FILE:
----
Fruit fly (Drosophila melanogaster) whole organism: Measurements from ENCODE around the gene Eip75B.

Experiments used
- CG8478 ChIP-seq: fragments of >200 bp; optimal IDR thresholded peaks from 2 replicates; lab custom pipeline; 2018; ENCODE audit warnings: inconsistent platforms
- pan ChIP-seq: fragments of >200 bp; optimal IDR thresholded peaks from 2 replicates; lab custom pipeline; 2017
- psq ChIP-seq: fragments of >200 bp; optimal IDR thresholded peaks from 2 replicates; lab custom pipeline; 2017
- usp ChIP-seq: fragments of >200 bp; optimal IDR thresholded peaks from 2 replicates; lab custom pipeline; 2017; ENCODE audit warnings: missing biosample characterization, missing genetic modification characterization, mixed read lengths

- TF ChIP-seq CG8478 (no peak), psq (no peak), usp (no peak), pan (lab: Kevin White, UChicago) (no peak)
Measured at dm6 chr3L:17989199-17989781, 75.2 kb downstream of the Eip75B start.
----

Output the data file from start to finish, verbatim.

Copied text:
Fruit fly (Drosophila melanogaster) whole organism: Measurements from ENCODE around the gene Eip75B.

Experiments used
- CG8478 ChIP-seq: fragments of >200 bp; optimal IDR thresholded peaks from 2 replicates; lab custom pipeline; 2018; ENCODE audit warnings: inconsistent platforms
- pan ChIP-seq: fragments of >200 bp; optimal IDR thresholded peaks from 2 replicates; lab custom pipeline; 2017
- psq ChIP-seq: fragments of >200 bp; optimal IDR thresholded peaks from 2 replicates; lab custom pipeline; 2017
- usp ChIP-seq: fragments of >200 bp; optimal IDR thresholded peaks from 2 replicates; lab custom pipeline; 2017; ENCODE audit warnings: missing biosample characterization, missing genetic modification characterization, mixed read lengths

- TF ChIP-seq CG8478 (no peak), psq (no peak), usp (no peak), pan (lab: Kevin White, UChicago) (no peak)
Measured at dm6 chr3L:17989199-17989781, 75.2 kb downstream of the Eip75B start.